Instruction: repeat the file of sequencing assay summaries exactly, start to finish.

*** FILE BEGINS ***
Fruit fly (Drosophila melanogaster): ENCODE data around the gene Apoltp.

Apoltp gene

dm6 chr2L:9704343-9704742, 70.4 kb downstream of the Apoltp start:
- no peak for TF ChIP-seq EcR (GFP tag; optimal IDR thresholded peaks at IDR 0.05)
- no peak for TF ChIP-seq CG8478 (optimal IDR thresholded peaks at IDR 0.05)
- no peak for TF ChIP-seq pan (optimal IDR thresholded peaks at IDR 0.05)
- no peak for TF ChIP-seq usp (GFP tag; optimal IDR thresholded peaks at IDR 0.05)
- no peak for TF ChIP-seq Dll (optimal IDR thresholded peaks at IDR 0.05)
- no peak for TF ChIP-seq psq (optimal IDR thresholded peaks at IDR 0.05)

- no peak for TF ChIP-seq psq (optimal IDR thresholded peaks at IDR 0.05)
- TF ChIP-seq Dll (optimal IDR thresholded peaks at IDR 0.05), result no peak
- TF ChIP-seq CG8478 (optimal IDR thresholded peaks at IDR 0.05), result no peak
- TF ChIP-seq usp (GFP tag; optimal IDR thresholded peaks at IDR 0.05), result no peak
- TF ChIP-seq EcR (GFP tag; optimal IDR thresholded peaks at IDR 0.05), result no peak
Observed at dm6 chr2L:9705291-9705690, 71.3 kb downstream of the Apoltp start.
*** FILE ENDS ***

Fruit fly (Drosophila melanogaster): ENCODE data around the gene Apoltp.

Apoltp gene

dm6 chr2L:9704343-9704742, 70.4 kb downstream of the Apoltp start:
- no peak for TF ChIP-seq EcR (GFP tag; optimal IDR thresholded peaks at IDR 0.05)
- no peak for TF ChIP-seq CG8478 (optimal IDR thresholded peaks at IDR 0.05)
- no peak for TF ChIP-seq pan (optimal IDR thresholded peaks at IDR 0.05)
- no peak for TF ChIP-seq usp (GFP tag; optimal IDR thresholded peaks at IDR 0.05)
- no peak for TF ChIP-seq Dll (optimal IDR thresholded peaks at IDR 0.05)
- no peak for TF ChIP-seq psq (optimal IDR thresholded peaks at IDR 0.05)

- no peak for TF ChIP-seq psq (optimal IDR thresholded peaks at IDR 0.05)
- TF ChIP-seq Dll (optimal IDR thresholded peaks at IDR 0.05), result no peak
- TF ChIP-seq CG8478 (optimal IDR thresholded peaks at IDR 0.05), result no peak
- TF ChIP-seq usp (GFP tag; optimal IDR thresholded peaks at IDR 0.05), result no peak
- TF ChIP-seq EcR (GFP tag; optimal IDR thresholded peaks at IDR 0.05), result no peak
Observed at dm6 chr2L:9705291-9705690, 71.3 kb downstream of the Apoltp start.